North Korea threatened on Saturday to respond with nuclear weapons to a major U.S.-South Korean naval exercise starting this weekend, saying it was ready for a “retaliatory sacred war.”

The threat came from the powerful National Defence Commission (NDC), chaired by leader Kim Jong-Il, as tensions grew over the sinking of a South Korean warship which Seoul and Washington blamed it on Pyongyang.

The North Korea routinely threatens war in response to joint military exercises by the two long-time allies, calling them a rehearsal for war.

But tensions have been high for the past two months, since the US and South Korea accused the North of torpedoing the warship with the loss of 46 lives. The North denies involvement and says the “smear campaign” is a pretext for aggression.

The United States and South Korea have announced four-day joint exercises beginning on Sunday — the first in a series — in what they say is a bid to deter North Korea's “aggressive” behaviour.

“All these war manoeuvres are nothing but outright provocations aimed to stifle the Democratic People's Republic of Korea by force of arms to all intents and purposes,” the NDC said in a statement on Pyongyang's official news agency.

“The army and people of the DPRK will legitimately counter with their powerful nuclear deterrence the largest-ever nuclear war exercises to be staged by the U.S. and the South Korean puppet forces.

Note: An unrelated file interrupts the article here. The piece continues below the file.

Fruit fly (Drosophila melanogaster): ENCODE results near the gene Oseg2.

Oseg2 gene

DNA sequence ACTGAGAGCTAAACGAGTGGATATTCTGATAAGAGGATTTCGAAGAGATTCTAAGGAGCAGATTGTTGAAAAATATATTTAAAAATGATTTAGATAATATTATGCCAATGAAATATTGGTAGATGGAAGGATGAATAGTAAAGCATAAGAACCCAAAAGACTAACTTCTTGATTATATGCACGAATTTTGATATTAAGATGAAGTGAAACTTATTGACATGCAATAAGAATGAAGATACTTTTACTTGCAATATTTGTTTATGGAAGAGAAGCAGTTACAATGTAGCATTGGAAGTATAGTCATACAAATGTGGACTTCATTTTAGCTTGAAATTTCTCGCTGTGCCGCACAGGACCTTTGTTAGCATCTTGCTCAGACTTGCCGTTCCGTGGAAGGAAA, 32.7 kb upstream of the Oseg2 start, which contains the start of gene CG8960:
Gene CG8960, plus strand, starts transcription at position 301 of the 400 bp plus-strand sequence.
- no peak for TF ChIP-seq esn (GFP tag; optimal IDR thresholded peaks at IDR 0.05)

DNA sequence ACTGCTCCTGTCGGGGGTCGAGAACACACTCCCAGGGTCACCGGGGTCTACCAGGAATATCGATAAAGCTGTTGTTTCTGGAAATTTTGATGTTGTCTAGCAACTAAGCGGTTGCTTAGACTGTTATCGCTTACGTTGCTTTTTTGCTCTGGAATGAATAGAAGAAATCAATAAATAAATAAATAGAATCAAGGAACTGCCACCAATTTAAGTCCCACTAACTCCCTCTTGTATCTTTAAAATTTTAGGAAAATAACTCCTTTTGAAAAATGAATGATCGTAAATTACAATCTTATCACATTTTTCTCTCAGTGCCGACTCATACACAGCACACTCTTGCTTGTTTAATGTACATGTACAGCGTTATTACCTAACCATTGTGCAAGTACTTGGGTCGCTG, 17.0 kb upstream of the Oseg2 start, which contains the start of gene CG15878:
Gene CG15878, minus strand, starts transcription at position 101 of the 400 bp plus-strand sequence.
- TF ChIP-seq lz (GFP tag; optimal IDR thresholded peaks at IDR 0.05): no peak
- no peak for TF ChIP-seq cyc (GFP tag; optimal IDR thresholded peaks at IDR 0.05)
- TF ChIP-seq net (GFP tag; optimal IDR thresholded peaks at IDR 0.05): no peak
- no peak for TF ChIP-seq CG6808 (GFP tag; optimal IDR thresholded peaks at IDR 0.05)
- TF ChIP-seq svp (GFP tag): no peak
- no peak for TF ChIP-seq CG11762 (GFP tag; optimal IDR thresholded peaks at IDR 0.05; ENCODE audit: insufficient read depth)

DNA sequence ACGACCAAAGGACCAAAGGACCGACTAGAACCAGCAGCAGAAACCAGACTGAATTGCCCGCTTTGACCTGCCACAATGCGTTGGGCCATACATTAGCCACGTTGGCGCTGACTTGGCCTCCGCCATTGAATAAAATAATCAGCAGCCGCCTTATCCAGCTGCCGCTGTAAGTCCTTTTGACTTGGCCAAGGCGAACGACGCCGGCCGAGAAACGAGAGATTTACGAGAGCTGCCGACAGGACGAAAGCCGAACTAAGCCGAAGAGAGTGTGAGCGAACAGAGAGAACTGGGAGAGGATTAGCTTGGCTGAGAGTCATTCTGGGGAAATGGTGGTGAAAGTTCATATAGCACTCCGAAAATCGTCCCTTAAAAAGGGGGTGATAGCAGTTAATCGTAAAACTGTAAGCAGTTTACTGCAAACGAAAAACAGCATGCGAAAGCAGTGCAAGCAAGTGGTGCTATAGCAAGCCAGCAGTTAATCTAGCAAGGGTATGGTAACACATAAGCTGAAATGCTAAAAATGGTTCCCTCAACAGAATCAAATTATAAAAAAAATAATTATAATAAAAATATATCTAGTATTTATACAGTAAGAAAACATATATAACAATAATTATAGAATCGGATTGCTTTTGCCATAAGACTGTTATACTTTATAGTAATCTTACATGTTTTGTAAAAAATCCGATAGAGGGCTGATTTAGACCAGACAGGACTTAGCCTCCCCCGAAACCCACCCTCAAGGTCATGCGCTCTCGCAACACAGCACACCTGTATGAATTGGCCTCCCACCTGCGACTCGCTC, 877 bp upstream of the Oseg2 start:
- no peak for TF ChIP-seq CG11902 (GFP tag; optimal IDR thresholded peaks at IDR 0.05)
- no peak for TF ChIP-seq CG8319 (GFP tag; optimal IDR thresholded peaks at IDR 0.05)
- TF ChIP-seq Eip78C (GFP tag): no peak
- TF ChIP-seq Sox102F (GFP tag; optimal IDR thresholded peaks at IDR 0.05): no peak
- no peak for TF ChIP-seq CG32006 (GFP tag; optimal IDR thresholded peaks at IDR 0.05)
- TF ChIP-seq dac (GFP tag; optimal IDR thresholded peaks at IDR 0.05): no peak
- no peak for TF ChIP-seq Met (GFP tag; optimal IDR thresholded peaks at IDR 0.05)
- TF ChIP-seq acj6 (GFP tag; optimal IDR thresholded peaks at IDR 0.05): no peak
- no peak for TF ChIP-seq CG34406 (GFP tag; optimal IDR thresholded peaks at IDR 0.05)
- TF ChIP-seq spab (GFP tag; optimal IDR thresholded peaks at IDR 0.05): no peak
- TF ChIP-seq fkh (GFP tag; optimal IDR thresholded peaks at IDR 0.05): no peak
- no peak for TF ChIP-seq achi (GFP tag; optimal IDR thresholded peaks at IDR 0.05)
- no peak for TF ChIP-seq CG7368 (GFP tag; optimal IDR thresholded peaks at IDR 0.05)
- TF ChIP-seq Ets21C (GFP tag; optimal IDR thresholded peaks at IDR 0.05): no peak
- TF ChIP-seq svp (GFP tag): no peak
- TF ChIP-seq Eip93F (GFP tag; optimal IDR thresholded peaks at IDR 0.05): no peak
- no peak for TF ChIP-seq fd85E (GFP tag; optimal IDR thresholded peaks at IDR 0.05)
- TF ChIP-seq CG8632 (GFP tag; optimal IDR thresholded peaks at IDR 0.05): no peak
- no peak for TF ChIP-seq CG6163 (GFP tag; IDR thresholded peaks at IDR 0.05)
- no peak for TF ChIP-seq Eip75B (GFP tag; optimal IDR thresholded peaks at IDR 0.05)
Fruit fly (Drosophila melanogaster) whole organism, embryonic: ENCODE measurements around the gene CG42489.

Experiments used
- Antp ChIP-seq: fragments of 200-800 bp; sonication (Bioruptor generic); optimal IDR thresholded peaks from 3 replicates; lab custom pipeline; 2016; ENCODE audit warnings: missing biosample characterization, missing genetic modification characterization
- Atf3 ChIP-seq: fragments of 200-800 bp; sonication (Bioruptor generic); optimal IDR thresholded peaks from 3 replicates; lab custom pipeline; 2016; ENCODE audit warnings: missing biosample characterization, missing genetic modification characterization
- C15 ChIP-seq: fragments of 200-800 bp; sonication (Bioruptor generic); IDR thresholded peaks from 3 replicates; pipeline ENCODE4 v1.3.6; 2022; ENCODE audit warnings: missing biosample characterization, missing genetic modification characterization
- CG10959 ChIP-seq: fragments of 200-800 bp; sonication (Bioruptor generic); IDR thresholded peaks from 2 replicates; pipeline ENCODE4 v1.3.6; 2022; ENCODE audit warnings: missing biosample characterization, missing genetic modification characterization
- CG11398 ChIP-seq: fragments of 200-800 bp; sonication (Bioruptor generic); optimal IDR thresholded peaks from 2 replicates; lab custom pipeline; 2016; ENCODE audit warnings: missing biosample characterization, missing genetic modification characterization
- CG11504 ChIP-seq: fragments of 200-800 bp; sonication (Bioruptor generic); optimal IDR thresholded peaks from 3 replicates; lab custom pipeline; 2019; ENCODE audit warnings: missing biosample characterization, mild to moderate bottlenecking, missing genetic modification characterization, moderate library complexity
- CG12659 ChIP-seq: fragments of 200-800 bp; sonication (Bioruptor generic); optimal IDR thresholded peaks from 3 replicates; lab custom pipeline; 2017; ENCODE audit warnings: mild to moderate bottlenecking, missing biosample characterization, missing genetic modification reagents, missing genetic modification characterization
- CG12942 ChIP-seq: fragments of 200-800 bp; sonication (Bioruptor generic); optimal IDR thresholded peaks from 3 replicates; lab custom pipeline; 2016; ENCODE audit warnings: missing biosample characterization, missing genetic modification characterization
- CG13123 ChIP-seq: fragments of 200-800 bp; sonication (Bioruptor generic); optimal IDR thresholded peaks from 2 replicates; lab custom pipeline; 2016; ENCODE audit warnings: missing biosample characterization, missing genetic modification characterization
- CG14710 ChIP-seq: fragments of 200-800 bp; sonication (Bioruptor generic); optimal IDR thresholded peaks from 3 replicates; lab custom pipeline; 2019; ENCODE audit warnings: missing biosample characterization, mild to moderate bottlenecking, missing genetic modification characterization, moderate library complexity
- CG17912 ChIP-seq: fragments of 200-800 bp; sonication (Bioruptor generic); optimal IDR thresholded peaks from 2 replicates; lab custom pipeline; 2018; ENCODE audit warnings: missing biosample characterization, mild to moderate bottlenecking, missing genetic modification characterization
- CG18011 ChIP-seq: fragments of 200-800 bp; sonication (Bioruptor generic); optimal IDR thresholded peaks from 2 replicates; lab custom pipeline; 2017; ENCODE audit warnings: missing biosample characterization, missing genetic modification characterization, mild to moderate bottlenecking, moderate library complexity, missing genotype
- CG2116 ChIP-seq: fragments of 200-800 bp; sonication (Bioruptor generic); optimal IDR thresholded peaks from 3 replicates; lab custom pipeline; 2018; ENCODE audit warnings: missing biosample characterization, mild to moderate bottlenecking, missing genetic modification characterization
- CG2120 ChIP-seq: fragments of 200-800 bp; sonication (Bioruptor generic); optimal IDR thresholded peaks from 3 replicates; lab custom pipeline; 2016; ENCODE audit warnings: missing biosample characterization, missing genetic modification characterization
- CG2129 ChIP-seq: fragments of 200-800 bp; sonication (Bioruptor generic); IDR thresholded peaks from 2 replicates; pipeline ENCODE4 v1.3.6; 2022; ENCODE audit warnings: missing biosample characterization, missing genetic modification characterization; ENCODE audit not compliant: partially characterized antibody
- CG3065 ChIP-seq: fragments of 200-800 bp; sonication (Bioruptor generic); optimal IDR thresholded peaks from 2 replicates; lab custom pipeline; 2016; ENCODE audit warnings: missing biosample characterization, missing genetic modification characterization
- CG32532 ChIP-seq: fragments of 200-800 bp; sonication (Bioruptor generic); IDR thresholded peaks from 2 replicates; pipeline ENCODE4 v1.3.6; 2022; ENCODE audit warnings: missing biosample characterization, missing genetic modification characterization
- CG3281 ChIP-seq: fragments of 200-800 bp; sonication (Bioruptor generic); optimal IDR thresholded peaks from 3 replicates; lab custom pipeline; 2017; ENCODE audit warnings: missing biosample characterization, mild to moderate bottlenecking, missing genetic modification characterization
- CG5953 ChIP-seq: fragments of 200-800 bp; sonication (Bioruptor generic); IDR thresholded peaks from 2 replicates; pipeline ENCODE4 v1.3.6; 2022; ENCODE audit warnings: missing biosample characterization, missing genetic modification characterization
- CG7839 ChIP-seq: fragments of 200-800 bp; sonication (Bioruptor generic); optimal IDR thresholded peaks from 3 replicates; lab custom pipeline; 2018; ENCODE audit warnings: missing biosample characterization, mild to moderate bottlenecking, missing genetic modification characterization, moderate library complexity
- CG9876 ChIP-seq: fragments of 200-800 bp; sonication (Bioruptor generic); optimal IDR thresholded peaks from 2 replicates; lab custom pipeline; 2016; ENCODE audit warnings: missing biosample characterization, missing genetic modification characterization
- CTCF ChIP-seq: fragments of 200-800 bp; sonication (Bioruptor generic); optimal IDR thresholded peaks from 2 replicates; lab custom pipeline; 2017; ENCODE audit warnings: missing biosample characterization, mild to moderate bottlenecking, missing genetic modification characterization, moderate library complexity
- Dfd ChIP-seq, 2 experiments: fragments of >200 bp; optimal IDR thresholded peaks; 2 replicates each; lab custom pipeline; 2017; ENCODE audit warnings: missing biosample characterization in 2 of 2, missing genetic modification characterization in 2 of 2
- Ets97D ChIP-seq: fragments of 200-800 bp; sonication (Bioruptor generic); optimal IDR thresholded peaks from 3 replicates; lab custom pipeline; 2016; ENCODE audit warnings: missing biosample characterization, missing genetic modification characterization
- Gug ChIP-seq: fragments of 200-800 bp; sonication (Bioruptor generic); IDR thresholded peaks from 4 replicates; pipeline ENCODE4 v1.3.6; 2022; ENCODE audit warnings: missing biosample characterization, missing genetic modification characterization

The exercise “is as reckless an act as waking up a sleeping tiger,” it said.

The North's people and army would “start a retaliatory sacred war of their own style based on nuclear deterrent any time necessary” to counter the U.S. and South Korea, which were pushing the situation to the brink of war, it said.

In response to the warnings, the U.S. administration called on North Korea to tone down its “provocative” statements. “We are not interested in a war of words with North Korea,” State Department spokesman Philip Crowley said in Washington. “What we need from North Korea is fewer provocative words and more constructive action.

Mr. Crowley told AFP that the North's comments were “irresponsible and precisely why we are committed to denuclearisation of the Korean peninsula.”

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